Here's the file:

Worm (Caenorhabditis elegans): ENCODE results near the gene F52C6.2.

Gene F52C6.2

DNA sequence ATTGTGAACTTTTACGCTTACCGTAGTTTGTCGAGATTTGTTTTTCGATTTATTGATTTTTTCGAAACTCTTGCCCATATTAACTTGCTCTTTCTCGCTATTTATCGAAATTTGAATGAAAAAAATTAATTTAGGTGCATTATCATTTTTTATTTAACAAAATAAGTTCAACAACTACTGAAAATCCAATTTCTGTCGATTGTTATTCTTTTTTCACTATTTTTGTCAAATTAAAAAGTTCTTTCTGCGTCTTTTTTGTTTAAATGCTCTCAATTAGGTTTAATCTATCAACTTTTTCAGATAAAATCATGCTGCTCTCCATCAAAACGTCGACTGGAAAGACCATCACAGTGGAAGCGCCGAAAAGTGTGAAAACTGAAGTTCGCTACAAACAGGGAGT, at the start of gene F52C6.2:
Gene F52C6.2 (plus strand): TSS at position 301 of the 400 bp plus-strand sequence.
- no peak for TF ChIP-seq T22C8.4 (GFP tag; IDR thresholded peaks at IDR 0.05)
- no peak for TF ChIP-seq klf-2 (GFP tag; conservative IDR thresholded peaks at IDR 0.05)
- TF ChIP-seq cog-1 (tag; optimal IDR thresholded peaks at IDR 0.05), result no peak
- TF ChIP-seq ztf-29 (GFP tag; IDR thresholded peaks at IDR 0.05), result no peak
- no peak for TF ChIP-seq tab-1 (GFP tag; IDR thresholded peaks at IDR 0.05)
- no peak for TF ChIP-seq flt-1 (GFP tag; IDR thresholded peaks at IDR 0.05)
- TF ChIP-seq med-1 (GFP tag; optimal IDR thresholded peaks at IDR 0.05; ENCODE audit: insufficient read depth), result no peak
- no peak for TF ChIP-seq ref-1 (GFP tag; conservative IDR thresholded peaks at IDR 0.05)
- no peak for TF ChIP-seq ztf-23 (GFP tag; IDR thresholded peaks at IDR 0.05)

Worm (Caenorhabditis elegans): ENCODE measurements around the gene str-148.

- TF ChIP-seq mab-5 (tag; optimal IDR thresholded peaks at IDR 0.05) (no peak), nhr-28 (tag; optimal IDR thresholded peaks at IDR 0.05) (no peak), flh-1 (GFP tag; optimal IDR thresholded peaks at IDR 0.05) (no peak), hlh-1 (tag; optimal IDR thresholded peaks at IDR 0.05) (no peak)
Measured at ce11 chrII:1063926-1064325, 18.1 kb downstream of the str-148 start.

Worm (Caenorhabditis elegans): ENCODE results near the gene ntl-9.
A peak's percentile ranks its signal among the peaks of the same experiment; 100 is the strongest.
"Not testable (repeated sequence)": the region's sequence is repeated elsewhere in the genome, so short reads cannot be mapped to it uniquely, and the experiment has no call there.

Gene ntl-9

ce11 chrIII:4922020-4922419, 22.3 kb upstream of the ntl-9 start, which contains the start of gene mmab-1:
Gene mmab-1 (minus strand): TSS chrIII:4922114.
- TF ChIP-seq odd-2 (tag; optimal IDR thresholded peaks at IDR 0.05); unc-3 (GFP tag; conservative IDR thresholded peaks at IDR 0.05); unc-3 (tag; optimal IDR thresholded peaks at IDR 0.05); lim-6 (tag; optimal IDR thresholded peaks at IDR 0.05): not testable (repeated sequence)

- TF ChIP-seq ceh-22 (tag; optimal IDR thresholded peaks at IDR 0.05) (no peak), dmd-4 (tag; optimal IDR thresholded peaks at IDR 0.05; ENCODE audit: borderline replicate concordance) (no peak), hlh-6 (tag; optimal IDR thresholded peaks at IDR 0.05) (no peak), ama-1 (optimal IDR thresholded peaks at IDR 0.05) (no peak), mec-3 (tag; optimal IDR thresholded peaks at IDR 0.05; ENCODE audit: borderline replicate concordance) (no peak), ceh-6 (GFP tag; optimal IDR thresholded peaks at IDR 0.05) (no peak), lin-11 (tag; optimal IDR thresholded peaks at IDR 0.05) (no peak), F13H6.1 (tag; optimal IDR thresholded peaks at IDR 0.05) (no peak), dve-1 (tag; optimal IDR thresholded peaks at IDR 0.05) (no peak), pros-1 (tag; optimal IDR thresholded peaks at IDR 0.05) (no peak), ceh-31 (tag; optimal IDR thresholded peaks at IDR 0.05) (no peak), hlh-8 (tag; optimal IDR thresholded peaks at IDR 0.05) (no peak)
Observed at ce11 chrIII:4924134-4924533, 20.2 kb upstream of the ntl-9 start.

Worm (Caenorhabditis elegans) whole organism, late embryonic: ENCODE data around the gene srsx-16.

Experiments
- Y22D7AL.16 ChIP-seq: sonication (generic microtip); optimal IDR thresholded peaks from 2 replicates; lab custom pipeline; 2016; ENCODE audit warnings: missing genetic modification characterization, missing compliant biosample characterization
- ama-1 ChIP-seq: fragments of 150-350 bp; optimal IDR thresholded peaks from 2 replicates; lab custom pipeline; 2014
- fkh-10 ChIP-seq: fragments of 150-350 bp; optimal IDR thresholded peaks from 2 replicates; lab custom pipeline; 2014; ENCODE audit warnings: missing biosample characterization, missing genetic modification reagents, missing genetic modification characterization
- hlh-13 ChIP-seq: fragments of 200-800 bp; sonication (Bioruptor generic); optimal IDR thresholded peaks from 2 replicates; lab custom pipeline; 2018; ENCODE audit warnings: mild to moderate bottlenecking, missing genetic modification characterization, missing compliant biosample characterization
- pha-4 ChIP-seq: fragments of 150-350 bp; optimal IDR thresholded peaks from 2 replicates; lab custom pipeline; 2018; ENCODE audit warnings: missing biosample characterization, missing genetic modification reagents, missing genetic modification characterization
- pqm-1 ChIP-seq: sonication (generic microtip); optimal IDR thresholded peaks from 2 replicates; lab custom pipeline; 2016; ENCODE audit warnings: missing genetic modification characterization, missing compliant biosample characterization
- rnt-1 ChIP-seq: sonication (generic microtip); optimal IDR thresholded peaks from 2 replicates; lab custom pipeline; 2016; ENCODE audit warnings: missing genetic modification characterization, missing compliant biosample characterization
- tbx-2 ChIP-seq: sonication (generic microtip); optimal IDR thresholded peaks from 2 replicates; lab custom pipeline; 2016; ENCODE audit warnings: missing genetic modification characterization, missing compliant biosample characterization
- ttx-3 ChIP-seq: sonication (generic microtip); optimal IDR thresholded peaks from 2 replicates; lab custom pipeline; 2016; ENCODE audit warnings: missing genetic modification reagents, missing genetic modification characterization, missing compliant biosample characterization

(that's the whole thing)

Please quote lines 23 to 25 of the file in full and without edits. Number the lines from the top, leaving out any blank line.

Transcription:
- TF ChIP-seq odd-2 (tag; optimal IDR thresholded peaks at IDR 0.05); unc-3 (GFP tag; conservative IDR thresholded peaks at IDR 0.05); unc-3 (tag; optimal IDR thresholded peaks at IDR 0.05); lim-6 (tag; optimal IDR thresholded peaks at IDR 0.05): not testable (repeated sequence)

- TF ChIP-seq ceh-22 (tag; optimal IDR thresholded peaks at IDR 0.05) (no peak), dmd-4 (tag; optimal IDR thresholded peaks at IDR 0.05; ENCODE audit: borderline replicate concordance) (no peak), hlh-6 (tag; optimal IDR thresholded peaks at IDR 0.05) (no peak), ama-1 (optimal IDR thresholded peaks at IDR 0.05) (no peak), mec-3 (tag; optimal IDR thresholded peaks at IDR 0.05; ENCODE audit: borderline replicate concordance) (no peak), ceh-6 (GFP tag; optimal IDR thresholded peaks at IDR 0.05) (no peak), lin-11 (tag; optimal IDR thresholded peaks at IDR 0.05) (no peak), F13H6.1 (tag; optimal IDR thresholded peaks at IDR 0.05) (no peak), dve-1 (tag; optimal IDR thresholded peaks at IDR 0.05) (no peak), pros-1 (tag; optimal IDR thresholded peaks at IDR 0.05) (no peak), ceh-31 (tag; optimal IDR thresholded peaks at IDR 0.05) (no peak), hlh-8 (tag; optimal IDR thresholded peaks at IDR 0.05) (no peak)
Observed at ce11 chrIII:4924134-4924533, 20.2 kb upstream of the ntl-9 start.